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Advancing Biofiltration Through Research and Development

Partnering with research orga­ni­za­tions and utilities, CDM Smith's R&D program is driving water supply innovation

Biofiltration—the use of biolog­i­cally active filters—is a technology that has been explored for decades to reduce organic carbon and other cont­a­m­i­nants in drinking water. Thanks to recent technical break­throughs, it is becoming an increas­ingly effective tool for water utilities to meet regulatory demands and customer expec­ta­tions. CDM Smith’s Research and Development (R&D) Program, heavily involved in biofiltration research for the past decade, has recently achieved significant advance­ments in biofil­tra­tion technology.

A Natural Ally for Ozone
As ozone has risen in popularity as a disin­fec­tion alternative to chlo­ri­na­tion, biofil­tra­tion has emerged as a powerful ally. “Ozone is a strong oxidant and disin­fec­tant, but as ozone reacts with natural organic matter, it generates highly biodegrad­able organic carbon,” says Jennifer Hooper, PE, CDM Smith researcher and envi­ron­men­tal engineer. “If you don’t remove that organic carbon, you’ll get growth of bacteria on pipes in the distri­b­u­tion system. That carbon is like candy for bacteria! The good news is that biofil­tra­tion can effectively remove this organic carbon before it enters the distri­b­u­tion system.”

By moving ozonated potable water through a “biofilm” of carefully controlled bacteria that attaches to filter media and removes organic carbon and other contamiants, biofil­tra­tion can lead to better water quality and reduced long-term costs. Hooper says, “Biofil­tra­tion can remove not only organic carbon, but also taste and odor, disin­fec­tion byproducts and byproduct precursors, as well as personal care products and phar­ma­ceu­ti­cals. Addressing these emerging cont­a­m­i­nants helps our clients protect their distri­b­u­tion systems and provide higher quality water to their customers.”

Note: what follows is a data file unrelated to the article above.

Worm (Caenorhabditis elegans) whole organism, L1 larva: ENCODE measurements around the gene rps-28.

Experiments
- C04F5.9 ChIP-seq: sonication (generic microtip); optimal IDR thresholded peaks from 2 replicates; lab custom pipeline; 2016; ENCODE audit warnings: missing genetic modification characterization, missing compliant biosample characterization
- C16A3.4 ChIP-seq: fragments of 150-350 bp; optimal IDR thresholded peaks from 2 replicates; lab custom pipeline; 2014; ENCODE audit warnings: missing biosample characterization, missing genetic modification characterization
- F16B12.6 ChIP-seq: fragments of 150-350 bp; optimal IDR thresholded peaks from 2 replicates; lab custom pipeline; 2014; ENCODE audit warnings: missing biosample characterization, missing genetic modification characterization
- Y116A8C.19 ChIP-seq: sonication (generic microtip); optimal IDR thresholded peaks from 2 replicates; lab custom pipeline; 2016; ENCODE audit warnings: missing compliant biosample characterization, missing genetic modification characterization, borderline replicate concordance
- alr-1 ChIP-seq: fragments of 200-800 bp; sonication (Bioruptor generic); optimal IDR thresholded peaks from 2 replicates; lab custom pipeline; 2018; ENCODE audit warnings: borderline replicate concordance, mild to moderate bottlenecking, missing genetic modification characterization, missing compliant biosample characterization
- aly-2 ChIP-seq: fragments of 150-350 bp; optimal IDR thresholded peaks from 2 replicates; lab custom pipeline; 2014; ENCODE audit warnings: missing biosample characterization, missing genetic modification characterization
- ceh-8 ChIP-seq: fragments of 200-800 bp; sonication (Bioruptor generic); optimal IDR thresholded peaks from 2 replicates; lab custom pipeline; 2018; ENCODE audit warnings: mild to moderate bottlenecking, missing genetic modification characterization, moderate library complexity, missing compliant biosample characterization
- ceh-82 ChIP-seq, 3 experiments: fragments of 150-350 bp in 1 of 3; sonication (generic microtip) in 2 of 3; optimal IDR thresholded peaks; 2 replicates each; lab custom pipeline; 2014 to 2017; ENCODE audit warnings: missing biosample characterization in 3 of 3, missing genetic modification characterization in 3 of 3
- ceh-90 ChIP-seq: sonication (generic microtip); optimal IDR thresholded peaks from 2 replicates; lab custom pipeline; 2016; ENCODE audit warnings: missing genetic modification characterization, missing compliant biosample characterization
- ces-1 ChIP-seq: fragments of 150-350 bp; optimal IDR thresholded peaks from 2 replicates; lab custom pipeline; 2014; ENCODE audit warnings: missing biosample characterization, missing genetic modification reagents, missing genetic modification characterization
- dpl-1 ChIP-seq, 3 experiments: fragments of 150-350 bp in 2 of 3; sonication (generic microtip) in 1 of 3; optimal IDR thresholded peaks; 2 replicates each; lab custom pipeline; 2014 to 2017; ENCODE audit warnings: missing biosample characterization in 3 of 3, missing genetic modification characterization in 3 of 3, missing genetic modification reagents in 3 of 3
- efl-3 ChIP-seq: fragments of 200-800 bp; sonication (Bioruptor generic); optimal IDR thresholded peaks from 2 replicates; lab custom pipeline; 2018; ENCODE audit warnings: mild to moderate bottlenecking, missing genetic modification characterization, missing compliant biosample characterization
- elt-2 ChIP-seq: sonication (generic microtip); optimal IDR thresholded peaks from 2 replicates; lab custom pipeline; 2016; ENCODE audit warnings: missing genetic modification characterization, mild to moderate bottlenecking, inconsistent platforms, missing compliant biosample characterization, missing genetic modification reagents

Biofiltration illustration

Collab­o­ra­tive Break­throughs
Working with the Water Research Foundation (WRF), CDM Smith has been able to carry out five recent projects to advance the state of the science. For example, CDM Smith led a WRF project entitled “A Monitoring and Control Toolbox for Biological Filtration,” carried out in partnership with American Water. The CDM Smith/American Water team developed a Guidance Manual for monitoring and control of biological filtration, after evaluating a suite of 40 tools for process monitoring and control at 21 full-scale biofilters located across the United States. “Acceptance of biofil­tra­tion often requires tools for rigorous monitoring,” says Hooper. “Once you convert to biofil­tra­tion and implement the necessary monitoring tools, operators have seen very good performance.”

One of the utilities CDM Smith worked with on the monitoring toolbox project was Greater Cincinnati Water Works (GCWW). The partnership that CDM Smith and GCWW built on that project led to a partnership on another WRF project, “Chemically Enhanced Biological Filtration to Enhance Water Quality and Minimize Costs.” Hooper says, “We were doing sampling at GCWW’s facility and they were responsive and excited about the research. When we approached them about a tailored collab­o­ra­tion project, they were enthu­si­as­tic about working together.” The CDM Smith and GCWW project has moved from the bench phase and recently completed the pilot phase; the team is exploring how dosing with perman­ganate and other innovative chemical oxidants can be used as an alternative to ozone to increase the biodegrad­abil­ity of organic carbon and enhance biofil­tra­tion performance and value.

 

Advancing the State of the Science
A wealth of collab­o­ra­tion leads to steady advancement in biofil­tra­tion technology. As Hooper explains, “With every project, we’re working together with partners in the public and nonprofit worlds, and drawing upon the work of the researchers that have come before.” And with each project, new oppor­tu­ni­ties for follow-up work arise. “For example, our research in collab­o­ra­tion with GCWW indicated that ferrate, which is an innovative oxidant used in the wastewater industry, might be a powerful tool for the water industry as well. Future researchers might pick up that thread and launch a pilot!”

 

For researchers like Hooper, the opportunity to make potentially ground­break­ing discoveries is one of the best parts of working in the water industry. “That’s why I came to CDM Smith,” she says. “The reason I’m here is to be a part of exciting, innovative projects and work with nationally recognized leaders. The challenges you’re exposed to on R&D projects are at a whole different level. It’s extremely rewarding.”

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